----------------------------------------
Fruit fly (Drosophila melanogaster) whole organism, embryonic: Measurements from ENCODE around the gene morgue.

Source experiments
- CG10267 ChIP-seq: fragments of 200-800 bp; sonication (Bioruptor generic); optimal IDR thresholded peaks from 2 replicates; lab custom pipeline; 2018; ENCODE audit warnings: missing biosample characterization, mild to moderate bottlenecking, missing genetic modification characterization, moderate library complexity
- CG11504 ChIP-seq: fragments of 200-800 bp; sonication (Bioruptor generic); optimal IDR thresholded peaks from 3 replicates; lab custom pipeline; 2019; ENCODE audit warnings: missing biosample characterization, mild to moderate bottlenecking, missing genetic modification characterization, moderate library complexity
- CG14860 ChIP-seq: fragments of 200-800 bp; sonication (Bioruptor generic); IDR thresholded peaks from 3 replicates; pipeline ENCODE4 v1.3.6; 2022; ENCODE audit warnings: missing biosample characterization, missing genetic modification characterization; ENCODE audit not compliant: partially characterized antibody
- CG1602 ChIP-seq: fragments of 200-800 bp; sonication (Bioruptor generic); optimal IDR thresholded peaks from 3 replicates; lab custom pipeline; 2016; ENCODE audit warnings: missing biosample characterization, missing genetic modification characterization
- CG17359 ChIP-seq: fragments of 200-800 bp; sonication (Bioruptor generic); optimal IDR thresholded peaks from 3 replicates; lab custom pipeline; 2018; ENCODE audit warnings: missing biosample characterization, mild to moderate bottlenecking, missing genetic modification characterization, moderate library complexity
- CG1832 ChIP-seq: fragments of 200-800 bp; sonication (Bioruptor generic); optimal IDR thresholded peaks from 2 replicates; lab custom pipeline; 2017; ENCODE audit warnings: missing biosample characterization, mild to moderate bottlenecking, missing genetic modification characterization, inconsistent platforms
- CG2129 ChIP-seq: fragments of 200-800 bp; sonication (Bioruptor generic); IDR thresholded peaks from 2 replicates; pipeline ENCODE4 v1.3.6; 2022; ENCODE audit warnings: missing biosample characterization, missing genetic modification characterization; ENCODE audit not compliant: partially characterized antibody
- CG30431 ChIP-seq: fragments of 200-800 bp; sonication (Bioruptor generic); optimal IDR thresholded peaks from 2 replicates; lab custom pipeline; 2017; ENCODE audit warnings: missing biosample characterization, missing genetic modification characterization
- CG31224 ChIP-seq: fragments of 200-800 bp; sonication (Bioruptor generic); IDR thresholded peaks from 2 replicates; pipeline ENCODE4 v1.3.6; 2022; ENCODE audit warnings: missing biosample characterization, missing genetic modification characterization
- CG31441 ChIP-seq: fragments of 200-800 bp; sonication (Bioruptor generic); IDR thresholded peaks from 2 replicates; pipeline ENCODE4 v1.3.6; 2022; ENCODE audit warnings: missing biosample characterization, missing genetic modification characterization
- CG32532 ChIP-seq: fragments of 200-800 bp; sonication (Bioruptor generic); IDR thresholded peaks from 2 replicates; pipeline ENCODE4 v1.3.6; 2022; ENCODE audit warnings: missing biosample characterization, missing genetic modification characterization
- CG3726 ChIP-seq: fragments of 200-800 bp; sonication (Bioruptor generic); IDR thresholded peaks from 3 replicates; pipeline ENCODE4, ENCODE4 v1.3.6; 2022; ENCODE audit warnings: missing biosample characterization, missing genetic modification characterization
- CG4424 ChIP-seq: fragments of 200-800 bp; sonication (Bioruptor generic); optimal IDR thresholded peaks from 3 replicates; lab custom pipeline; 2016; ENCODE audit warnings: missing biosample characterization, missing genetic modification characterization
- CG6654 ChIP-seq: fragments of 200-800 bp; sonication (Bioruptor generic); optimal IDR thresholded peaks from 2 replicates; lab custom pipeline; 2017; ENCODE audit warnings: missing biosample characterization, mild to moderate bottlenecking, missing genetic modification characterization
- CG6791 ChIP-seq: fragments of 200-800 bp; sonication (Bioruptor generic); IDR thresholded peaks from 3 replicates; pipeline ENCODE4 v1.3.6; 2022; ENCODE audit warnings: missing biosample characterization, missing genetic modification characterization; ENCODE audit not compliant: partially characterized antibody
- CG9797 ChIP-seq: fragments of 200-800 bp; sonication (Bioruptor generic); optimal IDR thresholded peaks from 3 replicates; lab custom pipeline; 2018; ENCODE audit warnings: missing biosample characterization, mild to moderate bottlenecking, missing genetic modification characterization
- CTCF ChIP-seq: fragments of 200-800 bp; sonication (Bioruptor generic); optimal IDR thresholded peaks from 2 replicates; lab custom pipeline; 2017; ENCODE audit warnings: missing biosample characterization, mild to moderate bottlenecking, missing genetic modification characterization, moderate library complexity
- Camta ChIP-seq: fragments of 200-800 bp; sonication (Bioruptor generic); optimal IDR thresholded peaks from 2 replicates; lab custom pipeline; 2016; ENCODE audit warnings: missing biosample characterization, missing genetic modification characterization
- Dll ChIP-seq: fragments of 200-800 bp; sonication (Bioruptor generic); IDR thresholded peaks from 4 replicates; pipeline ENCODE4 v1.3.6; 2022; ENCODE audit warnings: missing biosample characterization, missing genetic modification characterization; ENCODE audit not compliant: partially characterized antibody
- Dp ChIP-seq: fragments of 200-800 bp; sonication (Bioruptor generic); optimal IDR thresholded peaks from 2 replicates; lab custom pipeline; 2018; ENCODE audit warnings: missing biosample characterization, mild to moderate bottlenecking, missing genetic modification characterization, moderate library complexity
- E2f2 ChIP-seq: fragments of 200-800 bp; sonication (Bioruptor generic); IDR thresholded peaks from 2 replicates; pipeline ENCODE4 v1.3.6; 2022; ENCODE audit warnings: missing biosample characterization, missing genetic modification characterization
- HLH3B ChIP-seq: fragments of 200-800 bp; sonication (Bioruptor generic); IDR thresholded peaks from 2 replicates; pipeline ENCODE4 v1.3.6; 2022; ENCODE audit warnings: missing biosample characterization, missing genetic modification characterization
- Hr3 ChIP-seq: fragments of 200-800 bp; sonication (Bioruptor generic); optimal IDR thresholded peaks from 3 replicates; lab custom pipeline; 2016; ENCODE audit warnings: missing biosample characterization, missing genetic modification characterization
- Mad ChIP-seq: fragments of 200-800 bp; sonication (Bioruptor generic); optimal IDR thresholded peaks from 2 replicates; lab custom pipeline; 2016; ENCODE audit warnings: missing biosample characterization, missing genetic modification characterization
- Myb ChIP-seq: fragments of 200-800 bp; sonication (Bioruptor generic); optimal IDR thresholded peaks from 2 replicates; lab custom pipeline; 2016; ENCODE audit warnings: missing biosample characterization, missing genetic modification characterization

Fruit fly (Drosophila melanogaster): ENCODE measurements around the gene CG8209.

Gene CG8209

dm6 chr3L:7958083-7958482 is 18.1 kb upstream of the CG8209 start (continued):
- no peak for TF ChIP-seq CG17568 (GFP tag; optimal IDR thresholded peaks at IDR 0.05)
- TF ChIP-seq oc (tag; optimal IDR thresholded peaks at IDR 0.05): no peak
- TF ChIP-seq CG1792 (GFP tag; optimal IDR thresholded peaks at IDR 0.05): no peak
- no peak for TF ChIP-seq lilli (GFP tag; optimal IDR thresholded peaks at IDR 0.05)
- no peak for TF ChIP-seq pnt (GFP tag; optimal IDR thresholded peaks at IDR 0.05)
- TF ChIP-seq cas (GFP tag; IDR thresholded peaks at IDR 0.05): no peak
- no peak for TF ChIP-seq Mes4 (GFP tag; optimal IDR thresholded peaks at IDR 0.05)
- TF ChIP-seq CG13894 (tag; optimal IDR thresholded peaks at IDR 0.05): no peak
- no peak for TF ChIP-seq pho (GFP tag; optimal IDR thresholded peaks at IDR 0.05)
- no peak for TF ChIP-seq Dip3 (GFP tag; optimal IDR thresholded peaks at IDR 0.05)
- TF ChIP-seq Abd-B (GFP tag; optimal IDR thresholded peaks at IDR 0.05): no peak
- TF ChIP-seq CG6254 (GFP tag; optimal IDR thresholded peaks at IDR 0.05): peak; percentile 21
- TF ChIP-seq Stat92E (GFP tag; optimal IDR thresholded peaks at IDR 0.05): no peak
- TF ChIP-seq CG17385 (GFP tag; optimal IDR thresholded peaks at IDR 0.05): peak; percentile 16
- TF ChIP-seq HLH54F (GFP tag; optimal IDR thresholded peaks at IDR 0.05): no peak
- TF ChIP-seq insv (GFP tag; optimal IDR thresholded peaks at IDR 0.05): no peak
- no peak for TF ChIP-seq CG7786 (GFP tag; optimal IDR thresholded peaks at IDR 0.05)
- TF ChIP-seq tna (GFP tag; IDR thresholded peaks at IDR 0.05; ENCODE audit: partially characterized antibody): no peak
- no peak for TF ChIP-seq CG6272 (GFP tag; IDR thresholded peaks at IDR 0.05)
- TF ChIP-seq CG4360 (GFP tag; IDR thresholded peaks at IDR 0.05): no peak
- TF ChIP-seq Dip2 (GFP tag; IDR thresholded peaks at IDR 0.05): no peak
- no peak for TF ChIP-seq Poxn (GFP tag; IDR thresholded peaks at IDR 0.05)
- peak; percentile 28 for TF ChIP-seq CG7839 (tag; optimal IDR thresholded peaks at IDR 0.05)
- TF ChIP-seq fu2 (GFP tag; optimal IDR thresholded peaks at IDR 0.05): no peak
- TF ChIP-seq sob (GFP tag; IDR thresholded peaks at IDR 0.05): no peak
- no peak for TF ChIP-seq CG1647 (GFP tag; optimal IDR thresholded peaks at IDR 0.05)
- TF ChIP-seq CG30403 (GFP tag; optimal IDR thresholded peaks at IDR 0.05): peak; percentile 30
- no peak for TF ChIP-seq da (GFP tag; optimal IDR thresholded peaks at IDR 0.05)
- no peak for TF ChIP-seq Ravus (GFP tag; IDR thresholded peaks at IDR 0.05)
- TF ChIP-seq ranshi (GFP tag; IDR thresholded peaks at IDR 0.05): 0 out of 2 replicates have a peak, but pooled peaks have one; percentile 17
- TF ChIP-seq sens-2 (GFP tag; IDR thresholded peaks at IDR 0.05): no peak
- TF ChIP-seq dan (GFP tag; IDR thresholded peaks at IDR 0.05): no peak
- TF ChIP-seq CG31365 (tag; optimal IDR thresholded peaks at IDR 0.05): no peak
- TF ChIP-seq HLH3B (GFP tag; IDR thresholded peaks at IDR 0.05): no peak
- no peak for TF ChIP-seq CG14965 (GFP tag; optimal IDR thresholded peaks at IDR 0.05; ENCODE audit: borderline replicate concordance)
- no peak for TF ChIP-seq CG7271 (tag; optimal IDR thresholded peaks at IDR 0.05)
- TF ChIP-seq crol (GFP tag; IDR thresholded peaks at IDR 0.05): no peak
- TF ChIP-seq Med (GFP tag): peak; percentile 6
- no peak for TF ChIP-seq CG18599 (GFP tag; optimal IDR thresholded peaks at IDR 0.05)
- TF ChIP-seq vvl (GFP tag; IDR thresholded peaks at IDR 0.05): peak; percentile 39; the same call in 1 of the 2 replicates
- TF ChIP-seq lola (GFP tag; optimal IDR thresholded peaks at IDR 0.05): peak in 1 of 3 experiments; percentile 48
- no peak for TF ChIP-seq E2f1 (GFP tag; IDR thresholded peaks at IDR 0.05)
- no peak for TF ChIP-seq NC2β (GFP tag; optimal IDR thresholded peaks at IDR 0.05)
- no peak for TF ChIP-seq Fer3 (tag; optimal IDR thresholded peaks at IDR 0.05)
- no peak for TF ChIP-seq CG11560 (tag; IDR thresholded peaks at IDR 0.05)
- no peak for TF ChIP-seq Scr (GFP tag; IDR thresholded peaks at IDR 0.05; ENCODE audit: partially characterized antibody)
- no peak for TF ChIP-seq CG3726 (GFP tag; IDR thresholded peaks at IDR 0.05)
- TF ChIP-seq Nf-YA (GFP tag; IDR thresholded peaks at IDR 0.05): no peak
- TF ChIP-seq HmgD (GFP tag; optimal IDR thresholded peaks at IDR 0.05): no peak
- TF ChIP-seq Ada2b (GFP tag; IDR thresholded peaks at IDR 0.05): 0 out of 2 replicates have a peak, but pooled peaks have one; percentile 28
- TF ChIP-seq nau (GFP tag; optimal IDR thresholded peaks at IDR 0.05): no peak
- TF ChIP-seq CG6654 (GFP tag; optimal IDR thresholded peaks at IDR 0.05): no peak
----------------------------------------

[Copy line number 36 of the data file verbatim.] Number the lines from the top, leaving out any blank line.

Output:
- TF ChIP-seq cas (GFP tag; IDR thresholded peaks at IDR 0.05): no peak